Last time I rented a car, I had all sorts of trouble because I was a technorube: not knowing the difference between pressing a button and press&holding a button and unable to drive the central console on the dash-board. The thing is that modern cars keep upping the inventory of fitted-as-standard features. I don't think that, when the Ford marketing department meets with the engineering development, they think deeply about unintended consequences. How many old buffers are distracted by lights and beeps from the dashboard only to disappear off the road and through a hedge? I haven't done that yet, but I am bemused.
My Yaris is living its best life with someone else now, and our remaining car has been a lemon . . . coloured like a grape. It's most annoying feature was a dash-board light which alerted us to a spongy tire but didn't reset itself when all the tire were pumped full. So we ignored the flat tyre icon which rather defeats its intended purpose. But that car seems to spend more time at the Citroën dealer waiting for parts than actually on the road conveying people and sacks of sheep feed. Supply chain issues are a pain in the neck.stealth grey Hyundai i30 for more than a week now. The Beloved was totes freaked because, she'd scarcely left the garage before a green light appeared on the dashboard couple with a little buzzy vibration. We assured her that as the light was green it couldn't be tooo bad; and in any case I was scheduled to driving the vehicle home. Well, it was quite aggravating until I'd worked out that this was a lane departure warning light functioning as designed. Which is mighty for motorways but less appropriate on country back-roads in Ireland. We worked out that the alert must work through some front-facing cameras and nifty software. It picks up both the median line and the dashed yellow lines which indicate the road-edge on minor roads in Ireland . . . and seems to be over-ridden if you indicate.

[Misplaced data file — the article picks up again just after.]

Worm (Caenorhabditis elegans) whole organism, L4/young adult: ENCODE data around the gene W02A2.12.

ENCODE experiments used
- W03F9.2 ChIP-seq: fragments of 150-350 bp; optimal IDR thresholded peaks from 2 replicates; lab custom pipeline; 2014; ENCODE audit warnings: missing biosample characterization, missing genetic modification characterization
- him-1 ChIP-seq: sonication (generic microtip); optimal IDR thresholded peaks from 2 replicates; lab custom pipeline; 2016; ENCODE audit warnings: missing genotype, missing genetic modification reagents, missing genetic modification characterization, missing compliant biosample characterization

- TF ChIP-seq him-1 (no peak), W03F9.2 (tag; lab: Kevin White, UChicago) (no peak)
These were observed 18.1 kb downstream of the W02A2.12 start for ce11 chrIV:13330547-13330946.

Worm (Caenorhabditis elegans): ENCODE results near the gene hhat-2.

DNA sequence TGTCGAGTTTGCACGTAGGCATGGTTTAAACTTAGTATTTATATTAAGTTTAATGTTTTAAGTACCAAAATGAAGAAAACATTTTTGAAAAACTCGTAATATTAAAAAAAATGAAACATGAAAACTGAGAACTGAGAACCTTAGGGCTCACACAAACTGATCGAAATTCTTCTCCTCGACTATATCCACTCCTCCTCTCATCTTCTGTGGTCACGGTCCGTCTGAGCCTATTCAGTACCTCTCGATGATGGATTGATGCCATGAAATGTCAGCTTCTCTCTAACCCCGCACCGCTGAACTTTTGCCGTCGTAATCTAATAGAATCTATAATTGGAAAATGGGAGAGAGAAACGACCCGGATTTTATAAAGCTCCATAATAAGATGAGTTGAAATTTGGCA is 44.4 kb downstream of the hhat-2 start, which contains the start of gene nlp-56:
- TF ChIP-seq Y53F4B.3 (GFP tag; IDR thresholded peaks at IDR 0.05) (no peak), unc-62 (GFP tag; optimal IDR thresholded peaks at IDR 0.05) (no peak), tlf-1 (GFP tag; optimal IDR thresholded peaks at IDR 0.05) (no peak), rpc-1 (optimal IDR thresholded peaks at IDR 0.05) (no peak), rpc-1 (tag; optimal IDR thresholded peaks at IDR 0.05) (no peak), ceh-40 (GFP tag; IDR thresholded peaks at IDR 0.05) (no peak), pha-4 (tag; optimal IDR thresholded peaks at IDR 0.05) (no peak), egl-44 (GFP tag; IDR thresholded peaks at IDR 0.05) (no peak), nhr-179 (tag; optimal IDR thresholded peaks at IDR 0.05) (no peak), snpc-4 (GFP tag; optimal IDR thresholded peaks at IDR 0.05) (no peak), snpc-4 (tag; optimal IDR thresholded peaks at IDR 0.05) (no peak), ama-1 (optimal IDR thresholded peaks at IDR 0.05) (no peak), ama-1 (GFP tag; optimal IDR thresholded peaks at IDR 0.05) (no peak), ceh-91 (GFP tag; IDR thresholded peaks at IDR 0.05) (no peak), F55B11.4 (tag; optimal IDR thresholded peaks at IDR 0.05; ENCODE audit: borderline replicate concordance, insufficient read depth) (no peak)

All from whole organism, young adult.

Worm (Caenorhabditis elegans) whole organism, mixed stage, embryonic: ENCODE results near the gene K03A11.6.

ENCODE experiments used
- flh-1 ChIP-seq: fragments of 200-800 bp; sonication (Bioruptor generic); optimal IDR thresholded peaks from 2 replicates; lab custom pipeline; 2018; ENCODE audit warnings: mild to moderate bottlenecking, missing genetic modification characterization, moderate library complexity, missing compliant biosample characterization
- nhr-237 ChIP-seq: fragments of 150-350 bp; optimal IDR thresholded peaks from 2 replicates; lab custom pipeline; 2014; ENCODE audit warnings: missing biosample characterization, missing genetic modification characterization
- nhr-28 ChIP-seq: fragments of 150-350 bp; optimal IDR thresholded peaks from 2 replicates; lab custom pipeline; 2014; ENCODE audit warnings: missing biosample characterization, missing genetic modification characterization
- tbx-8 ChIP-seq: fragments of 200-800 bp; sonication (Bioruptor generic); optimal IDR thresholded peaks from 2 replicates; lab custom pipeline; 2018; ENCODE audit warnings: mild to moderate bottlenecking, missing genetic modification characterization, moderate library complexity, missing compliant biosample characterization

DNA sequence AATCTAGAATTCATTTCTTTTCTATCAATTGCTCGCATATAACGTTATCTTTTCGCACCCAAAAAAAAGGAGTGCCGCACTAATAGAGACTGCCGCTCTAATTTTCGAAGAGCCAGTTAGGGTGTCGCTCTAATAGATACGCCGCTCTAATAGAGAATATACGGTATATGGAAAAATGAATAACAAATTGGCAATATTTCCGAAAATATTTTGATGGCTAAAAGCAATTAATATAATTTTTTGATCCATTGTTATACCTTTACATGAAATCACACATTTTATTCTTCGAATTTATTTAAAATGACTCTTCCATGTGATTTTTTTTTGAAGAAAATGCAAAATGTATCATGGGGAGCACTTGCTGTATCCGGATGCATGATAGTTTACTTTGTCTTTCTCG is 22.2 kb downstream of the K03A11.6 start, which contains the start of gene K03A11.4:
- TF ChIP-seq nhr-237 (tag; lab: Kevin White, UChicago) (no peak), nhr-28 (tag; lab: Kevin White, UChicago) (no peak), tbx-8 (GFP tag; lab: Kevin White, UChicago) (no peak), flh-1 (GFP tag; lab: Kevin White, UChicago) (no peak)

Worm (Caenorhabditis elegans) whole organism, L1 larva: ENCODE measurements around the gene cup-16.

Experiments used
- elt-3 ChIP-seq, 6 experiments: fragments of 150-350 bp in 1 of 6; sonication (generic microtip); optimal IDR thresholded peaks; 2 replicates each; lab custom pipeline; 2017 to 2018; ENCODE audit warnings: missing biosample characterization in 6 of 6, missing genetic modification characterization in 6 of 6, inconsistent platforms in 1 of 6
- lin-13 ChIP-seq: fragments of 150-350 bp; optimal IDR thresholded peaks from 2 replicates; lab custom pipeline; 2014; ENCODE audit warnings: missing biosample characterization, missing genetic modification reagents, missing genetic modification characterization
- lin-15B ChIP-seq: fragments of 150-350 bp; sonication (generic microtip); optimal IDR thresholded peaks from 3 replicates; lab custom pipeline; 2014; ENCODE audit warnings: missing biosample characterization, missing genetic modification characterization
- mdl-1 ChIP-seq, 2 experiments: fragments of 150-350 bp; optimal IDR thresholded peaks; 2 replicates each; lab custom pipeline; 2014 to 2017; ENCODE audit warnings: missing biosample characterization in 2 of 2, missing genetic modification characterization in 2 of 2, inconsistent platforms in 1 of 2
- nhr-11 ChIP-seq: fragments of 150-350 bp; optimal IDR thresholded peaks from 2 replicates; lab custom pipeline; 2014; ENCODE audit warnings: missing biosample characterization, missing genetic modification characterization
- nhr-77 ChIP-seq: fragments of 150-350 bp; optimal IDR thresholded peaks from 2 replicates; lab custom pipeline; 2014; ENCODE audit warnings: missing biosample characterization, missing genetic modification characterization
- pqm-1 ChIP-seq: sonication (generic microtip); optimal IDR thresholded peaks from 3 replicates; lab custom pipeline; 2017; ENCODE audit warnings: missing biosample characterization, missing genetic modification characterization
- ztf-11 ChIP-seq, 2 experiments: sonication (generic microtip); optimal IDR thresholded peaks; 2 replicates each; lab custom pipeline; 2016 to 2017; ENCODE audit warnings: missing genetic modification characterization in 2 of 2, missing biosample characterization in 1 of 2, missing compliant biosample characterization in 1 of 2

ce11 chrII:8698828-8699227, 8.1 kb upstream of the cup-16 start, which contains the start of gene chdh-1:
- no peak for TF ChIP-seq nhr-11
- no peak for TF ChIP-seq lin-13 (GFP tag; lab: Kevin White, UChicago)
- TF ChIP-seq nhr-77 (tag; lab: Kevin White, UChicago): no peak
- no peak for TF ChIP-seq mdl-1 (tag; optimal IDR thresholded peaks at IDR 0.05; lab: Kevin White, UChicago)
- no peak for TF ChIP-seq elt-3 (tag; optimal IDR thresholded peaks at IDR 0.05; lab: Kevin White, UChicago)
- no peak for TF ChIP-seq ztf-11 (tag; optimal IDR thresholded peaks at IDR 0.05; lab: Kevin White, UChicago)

What the buzzy vibration is actually doing is forcing your hands to drive away from the transgressed road line. Because this movement is outside the driver's control it feels like the wheels have gotten caught in a rut or left the paved road or one of the tires is flat - sponge-bob, like.
Turns out that Hyundai have positively festooned the i30 with cameras because if you select reverse gear a post-card sized screen activates on the dashboard . . . to help you reverse. Because I haven't been successfully reversing cars and vans into constricted places for, like, 50 years. I took Dau.I to the railway station after a visit over last weekend. It had been raining stair-rods the night before, so when I reversed into a slot at the station, the console view was uselessly blurred with rural road muck. Find the camera challenge: